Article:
Photo credit: Felipe Mena

Sculptor’s Home Interiors Crafted with Distinctive Elements

Header: Felipe Mena

One of the challenges Clara Lleal INTERIORISTA faced when it came to the layout of the Art Gallery House, built for artist Juanma Noguera in Badalona, was to strategically integrate the sculptural works of the owner into the project. In short, the emerging concept was an Art Gallery house.

Photo credit: Felipe Mena
Photo credit: Felipe Mena
Photo credit: Felipe Mena
Photo credit: Felipe Mena

In terms of general aesthetics, the idea was to provide the entire space with an industrial atmosphere, maintaining and recovering the building’s original materials. Solid brick walls were uncovered, vaulted iron-beam ceilings were respected, and areas with original hydraulic pavement were maintained.

The materials used also follow the industrial premise, including concrete black iron sheet, herringbone floors of recovered wood, and teak wood furniture to break the cold of the greys. Maximal infusion of natural light was also one of the objectives of the project. Accordingly, several skylights were opened in the ceilings, and an inner courtyard was created at the back of the house.

Upon entering the house, a large living room – dining room of approximately 120m2 emerges, with gable ceilings over 6m high at the central point. One of the challenges while designing this area was to create a cozy space, despite its amplitude and furniture pieces that were not left loose. The most notable piece is a custom-designed central structure that may be used as a dining table and, at the same time, acts as the fourth step of the staircase leading to the roof. The top of the table is made of a herringbone parquet, similar to the one installed in the bedroom area, thus providing visual continuity.

Photo credit: Felipe Mena
Photo credit: Felipe Mena
Photo credit: Felipe Mena
Photo credit: Felipe Mena

The stairs are made of bent sheet iron, and iron sheet was also used to design the furniture that integrates the kitchen, a walk-in closet at the entrance, and a bookcase. A pair of niches with lined with teak wood and infused with light break the obvious “black continuity”.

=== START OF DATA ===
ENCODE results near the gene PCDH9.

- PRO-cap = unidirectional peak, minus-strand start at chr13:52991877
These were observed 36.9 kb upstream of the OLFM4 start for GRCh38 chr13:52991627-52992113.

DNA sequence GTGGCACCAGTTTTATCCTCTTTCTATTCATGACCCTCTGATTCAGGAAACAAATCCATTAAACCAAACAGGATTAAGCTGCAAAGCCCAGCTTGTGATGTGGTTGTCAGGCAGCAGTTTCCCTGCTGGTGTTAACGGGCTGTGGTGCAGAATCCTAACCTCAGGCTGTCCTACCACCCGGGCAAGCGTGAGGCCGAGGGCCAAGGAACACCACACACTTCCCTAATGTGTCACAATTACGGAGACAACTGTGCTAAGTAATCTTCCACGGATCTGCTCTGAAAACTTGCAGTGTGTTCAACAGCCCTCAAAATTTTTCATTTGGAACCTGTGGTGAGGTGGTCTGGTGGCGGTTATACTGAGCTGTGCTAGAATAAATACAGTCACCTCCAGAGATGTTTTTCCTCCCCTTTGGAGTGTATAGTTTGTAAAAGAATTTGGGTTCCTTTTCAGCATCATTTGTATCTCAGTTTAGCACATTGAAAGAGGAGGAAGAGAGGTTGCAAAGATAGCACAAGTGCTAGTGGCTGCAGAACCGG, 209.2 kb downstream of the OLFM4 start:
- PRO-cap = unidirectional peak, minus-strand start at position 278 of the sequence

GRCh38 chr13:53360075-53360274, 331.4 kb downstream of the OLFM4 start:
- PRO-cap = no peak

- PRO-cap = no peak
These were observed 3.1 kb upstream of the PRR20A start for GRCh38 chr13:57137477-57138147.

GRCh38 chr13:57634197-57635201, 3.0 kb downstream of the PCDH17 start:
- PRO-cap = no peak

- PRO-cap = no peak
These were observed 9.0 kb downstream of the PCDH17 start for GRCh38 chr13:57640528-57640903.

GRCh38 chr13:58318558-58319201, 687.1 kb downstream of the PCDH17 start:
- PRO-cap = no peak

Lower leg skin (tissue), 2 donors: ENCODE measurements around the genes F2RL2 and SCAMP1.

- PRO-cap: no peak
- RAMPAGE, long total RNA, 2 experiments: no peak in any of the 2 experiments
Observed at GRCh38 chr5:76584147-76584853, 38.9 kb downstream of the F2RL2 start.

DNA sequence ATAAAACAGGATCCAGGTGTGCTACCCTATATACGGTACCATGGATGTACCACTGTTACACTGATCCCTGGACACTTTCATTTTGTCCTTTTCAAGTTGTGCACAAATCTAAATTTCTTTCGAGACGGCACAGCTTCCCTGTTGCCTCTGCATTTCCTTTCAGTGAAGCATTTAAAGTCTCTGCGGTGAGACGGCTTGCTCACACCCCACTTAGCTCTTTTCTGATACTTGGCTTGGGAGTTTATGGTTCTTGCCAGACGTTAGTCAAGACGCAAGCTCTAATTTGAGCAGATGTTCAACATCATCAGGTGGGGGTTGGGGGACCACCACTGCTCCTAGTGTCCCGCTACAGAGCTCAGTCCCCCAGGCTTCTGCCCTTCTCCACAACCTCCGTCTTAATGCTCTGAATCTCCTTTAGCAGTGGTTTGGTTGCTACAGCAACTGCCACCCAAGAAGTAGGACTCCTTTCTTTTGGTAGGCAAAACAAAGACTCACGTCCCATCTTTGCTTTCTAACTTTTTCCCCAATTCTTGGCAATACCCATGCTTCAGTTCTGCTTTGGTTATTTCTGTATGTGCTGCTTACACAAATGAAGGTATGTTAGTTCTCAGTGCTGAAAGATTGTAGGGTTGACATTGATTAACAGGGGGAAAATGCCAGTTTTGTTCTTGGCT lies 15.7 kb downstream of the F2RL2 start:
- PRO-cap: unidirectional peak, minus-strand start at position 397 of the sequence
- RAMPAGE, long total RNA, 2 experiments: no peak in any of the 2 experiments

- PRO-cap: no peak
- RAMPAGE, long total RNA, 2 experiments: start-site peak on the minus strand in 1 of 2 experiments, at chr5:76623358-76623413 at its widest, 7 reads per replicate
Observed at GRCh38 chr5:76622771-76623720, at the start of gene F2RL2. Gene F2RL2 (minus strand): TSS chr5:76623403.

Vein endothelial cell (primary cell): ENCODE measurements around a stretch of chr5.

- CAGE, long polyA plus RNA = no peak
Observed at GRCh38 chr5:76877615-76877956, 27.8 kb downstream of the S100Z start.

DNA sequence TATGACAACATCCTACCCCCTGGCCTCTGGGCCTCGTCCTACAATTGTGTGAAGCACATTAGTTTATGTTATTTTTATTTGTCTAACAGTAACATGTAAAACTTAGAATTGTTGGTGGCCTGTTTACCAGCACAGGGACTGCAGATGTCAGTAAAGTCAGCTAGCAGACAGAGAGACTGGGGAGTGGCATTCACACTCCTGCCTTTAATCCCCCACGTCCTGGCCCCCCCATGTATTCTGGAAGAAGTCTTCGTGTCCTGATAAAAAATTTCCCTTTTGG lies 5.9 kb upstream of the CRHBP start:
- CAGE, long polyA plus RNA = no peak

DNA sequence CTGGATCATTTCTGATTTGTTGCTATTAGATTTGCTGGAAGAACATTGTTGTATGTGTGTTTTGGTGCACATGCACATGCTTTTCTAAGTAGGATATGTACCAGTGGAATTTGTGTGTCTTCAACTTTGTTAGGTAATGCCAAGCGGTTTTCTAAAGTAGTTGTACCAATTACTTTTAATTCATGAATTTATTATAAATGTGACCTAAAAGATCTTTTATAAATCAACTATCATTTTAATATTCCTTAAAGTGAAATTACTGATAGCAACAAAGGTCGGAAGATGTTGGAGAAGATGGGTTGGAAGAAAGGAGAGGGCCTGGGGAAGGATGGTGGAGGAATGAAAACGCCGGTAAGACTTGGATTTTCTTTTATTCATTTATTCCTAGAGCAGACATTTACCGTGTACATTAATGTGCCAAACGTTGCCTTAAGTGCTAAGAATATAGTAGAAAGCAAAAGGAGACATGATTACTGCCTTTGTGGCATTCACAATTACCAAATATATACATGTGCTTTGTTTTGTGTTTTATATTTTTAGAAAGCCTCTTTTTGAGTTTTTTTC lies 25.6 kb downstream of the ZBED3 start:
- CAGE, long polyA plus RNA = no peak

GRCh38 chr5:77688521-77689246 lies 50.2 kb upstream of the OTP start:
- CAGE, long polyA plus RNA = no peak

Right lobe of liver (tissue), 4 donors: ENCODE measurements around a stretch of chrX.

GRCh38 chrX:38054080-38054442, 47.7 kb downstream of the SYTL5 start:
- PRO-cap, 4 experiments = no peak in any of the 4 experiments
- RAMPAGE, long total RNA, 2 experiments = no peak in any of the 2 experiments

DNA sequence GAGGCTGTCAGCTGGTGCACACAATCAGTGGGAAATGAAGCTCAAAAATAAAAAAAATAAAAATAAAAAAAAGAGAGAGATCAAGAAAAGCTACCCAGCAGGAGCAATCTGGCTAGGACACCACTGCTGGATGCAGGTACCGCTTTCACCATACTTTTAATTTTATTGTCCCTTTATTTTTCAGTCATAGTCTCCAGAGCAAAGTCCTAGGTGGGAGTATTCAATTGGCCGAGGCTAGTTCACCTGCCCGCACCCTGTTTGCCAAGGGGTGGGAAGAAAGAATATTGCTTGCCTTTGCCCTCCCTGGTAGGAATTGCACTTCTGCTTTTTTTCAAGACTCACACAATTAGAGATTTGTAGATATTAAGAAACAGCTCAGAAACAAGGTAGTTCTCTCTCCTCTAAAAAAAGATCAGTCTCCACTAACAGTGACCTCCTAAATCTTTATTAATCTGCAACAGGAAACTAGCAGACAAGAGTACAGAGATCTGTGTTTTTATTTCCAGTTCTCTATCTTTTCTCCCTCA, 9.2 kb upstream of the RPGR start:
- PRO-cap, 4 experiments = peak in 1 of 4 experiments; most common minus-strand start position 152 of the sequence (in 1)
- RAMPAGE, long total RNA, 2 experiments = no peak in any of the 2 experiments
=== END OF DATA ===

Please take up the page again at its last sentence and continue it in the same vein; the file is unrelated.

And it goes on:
At the back of the living room, in front of the windows, a closed gallery with three iron and glass doors was installed. The idea was to give this area a certain vintage feel. The original hydraulic pavement was preserved, and a set of lamps and hanging plants were installed, combining it with the owner’s sculptures and antique furniture.

Photo credit: Felipe Mena
Photo credit: Felipe Mena
Photo credit: Felipe Mena
Photo credit: Felipe Mena

Beyond the living room, the owner’s workshop is discovered, and preserved as the owner created it. There is also a washroom with a custom-made sink made with fire-enameled stainless steel, which faces the window. Its integrated drain is located inside of the wall, with a faucet emerging from the ceiling, and a wall left with the same pattern left by the wool after the cement was spread.

A large sliding glass door gives access to the suite. A dressing room, bedroom, and bathroom area are located in the same room, with a shower and toilet overlooking the courtyard, closed with the same sliding glass. When one is open, the other remains closed. At the foot of the bed, a freestanding bathtub sits, and the room is completed with the addition of custom-designed furniture.

The patio provides access to the children’s rooms, separated by a shared bathroom. The two rooms connect to a loft, and the sleeping area is located on top. Both rooms feature large dressing rooms, study areas, and ‘chill’ areas with sofas. The bathroom can be accessed from both bedrooms. The roof terrace was completely renovated, with synthetic outdoor decking installed along with an overflowing stainless steel pool.

Photo credit: Felipe Mena
Photo credit: Felipe Mena
Photo credit: Felipe Mena
Photo credit: Felipe Mena
Source: v2com newswire
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